Subsequently, on September 25, 2009, the EPA issued guidance to address SIP infrastructure elements for the 2006 24-hour PM2.5 NAAQS.
Finally, on September 13, 2013, the EPA issued guidance to address infrastructure SIP elements generally for all NAAQS, including the 2012 PM2.5 NAAQS.
As noted in the guidance documents, to the extent an existing SIP already meets the applicable CAA section 110(a)(2) requirements, states may make a SIP submission to EPA certifying how the existing SIP meets applicable requirements. On September 22, 2014, Washington made a submittal to the EPA certifying that the current Washington SIP meets the CAA section 110(a)(1) and (2) infrastructure requirements for the PM2.5 NAAQS, except for certain requirements related to PSD permitting, regional haze, and interstate transport described in the proposal for this action (79 FR 62368, October 17, 2014).
II. Response to Comments
The EPA received two sets of comments on our proposal.
Commenter #1: The commenter raised several issues related to wood smoke. First, the commenter thanked the EPA for our involvement in addressing wood smoke health risks in Washington State. Second, the commenter expressed disappointment with the Washington State Legislature for not taking seriously the toxicity and multiple health hazards of wood smoke. Third, the commenter requested that the EPA establish filtration controls on wood smoke emissions from restaurants and food trucks, such as pizza and barbeque establishments. Fourth, the commenter noted several apartment buildings in the Seattle area that have uncertified wood burning devices and requested a date for removal or upgrade of the existing devices.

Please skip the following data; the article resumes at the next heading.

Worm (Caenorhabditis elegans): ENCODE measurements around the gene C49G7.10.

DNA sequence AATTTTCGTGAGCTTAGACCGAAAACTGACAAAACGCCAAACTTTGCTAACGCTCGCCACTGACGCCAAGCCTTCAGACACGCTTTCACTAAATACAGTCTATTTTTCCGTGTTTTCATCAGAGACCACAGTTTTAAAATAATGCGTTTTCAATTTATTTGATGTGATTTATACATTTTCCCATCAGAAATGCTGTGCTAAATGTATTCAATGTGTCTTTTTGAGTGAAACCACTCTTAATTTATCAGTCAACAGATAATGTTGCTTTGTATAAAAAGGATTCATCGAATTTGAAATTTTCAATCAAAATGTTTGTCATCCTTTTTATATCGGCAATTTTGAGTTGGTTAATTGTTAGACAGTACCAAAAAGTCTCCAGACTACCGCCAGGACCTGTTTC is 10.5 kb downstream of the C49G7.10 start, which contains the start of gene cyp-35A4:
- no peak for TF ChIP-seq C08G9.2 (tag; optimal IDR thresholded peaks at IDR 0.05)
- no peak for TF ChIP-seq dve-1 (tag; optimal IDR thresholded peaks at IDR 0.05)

Response #1: The EPA appreciates the commenter's general concerns with respect to wood smoke. However, the commenter raises issues that are outside the scope of an action related to infrastructure SIP requirements. In this context, the EPA is merely evaluating the State's September 22, 2014, submission intended to establish that the Washington SIP meets the basic infrastructure requirements of the CAA for the PM2.5 NAAQS. In this final action, the EPA is determining that the State has met those requirements, except for certain elements related to the PSD and regional haze FIPs, and specific requirements related to interstate transport which the state will address in a separate submission. The points raised, and requests made, by the commenter are thus not germane to this specific rulemaking action.
The EPA notes that there have been improvements related to wood smoke in Washington through other substantive actions. The EPA's involvement in addressing wood smoke health risks in SIP provisions is driven by our CAA statutory authorities and responsibilities. Under CAA section 109, the EPA sets NAAQS for six criteria pollutants, including particulate matter. These NAAQS are set using the best available scientific and health studies, with a focus on protecting sensitive populations such as asthmatics, children, and the elderly (78 FR 3086, January 15, 2013). Under part D of the CAA, Plan Requirements for Nonattainment Areas, the states have an obligation to develop and submit SIP provisions that provide for attainment and maintenance of the NAAQS in designated nonattainment areas. The EPA has the authority and responsibility to review this type of SIP submission to assure that they meet applicable statutory and regulatory requirements. Through this process, the EPA recently worked with the Washington Department of Ecology (Ecology) and Puget Sound Clean Air Agency (PSCAA) to address PM2.5 nonattainment in the Tacoma area (74 FR 58688, November 13, 2009). This resulted in more stringent statutory and regulatory provisions related to residential wood stoves at both the local level (78 FR 32131, May 29, 2013) and the state level (79 FR 26628, May 9, 2014). Currently Start Printed Page 27104all areas in Washington State are meeting the NAAQS, including the Tacoma area (77 FR 53772, September 4, 2012).